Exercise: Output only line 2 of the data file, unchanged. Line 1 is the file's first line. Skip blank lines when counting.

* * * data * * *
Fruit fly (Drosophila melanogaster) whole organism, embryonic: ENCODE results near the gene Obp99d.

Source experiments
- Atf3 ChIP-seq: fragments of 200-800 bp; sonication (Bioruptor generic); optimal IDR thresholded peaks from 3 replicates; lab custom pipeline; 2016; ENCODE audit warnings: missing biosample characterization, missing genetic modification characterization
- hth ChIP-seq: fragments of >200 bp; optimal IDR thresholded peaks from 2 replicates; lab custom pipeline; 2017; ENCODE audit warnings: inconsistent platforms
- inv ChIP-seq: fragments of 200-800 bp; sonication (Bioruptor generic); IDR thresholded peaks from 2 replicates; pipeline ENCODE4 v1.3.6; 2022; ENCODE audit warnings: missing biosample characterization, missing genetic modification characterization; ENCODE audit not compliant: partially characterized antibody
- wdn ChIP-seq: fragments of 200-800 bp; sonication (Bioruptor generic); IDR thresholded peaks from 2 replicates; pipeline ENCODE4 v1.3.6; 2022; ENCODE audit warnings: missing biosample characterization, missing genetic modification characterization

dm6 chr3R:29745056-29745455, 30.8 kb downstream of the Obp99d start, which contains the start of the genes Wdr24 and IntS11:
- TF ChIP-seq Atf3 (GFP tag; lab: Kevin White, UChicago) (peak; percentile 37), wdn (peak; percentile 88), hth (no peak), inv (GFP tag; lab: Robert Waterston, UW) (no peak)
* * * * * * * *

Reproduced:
Source experiments